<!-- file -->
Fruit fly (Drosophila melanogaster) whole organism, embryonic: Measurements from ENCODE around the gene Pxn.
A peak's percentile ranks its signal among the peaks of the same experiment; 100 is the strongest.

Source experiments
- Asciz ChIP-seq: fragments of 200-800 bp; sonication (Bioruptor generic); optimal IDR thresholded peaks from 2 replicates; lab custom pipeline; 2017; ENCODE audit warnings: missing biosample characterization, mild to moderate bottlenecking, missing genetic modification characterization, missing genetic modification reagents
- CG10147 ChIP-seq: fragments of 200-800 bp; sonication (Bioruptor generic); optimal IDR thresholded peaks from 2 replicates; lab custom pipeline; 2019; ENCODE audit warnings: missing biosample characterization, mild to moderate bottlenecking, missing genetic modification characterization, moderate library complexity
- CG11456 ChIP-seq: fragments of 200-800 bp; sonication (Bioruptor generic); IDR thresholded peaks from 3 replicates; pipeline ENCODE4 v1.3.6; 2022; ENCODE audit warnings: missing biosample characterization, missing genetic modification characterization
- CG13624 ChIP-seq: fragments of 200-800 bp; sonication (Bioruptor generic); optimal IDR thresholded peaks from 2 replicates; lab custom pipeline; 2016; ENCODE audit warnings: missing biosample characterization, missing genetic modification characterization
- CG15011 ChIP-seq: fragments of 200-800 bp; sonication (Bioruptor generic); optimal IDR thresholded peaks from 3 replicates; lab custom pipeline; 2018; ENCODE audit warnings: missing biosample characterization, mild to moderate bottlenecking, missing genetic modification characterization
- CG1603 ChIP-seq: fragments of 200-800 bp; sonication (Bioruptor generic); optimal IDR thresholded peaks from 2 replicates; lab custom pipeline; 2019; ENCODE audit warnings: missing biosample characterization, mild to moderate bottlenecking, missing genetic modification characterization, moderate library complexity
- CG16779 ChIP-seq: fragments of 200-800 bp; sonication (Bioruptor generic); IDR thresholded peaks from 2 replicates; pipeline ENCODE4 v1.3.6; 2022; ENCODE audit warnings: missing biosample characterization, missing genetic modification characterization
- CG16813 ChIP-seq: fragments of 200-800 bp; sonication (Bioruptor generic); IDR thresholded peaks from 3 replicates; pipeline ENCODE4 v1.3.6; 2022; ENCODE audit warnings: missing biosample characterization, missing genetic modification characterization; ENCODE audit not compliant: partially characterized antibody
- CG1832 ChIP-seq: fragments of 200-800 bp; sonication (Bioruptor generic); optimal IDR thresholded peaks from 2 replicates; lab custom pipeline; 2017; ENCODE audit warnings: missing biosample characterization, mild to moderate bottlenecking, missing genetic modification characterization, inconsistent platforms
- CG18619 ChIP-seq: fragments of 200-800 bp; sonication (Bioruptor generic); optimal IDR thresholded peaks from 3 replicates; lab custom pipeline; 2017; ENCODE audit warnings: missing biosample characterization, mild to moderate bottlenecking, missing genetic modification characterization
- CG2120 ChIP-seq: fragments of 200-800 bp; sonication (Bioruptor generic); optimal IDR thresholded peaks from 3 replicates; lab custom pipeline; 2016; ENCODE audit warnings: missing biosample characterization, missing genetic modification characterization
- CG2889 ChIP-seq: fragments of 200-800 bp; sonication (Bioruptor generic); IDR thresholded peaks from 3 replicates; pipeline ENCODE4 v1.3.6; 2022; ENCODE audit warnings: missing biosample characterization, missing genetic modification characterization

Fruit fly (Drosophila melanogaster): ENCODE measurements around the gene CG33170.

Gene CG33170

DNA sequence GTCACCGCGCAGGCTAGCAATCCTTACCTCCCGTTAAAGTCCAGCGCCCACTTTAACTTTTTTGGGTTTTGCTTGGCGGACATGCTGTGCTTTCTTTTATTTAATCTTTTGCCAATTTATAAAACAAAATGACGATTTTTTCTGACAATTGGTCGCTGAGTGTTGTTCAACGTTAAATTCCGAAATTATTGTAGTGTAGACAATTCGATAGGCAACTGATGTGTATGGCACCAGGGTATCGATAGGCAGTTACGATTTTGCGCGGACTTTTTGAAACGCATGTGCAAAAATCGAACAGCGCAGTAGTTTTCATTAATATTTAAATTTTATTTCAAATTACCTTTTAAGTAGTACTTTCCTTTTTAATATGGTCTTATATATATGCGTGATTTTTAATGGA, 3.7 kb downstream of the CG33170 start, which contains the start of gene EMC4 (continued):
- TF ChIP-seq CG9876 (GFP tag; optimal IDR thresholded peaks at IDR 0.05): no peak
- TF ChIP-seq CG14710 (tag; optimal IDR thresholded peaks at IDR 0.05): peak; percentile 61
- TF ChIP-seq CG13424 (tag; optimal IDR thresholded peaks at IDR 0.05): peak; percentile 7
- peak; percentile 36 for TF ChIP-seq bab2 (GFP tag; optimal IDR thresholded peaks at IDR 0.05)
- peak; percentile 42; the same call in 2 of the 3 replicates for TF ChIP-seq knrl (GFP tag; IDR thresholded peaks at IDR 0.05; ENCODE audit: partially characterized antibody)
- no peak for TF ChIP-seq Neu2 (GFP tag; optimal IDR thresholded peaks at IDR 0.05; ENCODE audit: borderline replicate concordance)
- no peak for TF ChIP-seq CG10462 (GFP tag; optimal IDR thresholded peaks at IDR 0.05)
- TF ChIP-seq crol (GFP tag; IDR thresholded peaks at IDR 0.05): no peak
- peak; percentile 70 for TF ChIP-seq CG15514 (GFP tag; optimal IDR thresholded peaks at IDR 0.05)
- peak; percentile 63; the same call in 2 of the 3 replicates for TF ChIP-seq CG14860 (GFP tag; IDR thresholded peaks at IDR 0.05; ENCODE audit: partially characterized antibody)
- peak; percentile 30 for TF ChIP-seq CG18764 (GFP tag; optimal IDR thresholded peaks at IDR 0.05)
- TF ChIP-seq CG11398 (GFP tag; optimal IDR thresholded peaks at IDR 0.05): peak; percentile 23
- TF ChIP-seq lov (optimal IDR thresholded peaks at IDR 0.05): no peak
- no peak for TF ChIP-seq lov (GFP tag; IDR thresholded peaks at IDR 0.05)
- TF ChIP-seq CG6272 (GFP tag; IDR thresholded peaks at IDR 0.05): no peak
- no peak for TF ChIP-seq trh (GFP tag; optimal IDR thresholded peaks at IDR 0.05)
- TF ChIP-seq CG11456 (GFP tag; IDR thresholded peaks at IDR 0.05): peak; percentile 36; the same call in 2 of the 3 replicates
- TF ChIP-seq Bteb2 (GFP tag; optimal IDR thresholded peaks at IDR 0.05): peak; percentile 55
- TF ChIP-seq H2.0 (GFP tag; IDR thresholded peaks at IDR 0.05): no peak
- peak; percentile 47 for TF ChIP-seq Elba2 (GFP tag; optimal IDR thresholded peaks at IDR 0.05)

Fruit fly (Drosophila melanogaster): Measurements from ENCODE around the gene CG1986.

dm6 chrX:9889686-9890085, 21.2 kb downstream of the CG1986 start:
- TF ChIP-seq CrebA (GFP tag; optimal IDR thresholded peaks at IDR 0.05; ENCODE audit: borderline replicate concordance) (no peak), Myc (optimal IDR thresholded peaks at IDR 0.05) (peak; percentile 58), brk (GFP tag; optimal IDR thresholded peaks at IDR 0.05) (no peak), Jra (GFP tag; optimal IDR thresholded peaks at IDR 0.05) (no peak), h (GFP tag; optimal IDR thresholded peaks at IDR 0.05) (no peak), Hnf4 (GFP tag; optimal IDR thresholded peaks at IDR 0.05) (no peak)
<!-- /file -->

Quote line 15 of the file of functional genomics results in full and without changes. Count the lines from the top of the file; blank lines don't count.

- CG2889 ChIP-seq: fragments of 200-800 bp; sonication (Bioruptor generic); IDR thresholded peaks from 3 replicates; pipeline ENCODE4 v1.3.6; 2022; ENCODE audit warnings: missing biosample characterization, missing genetic modification characterization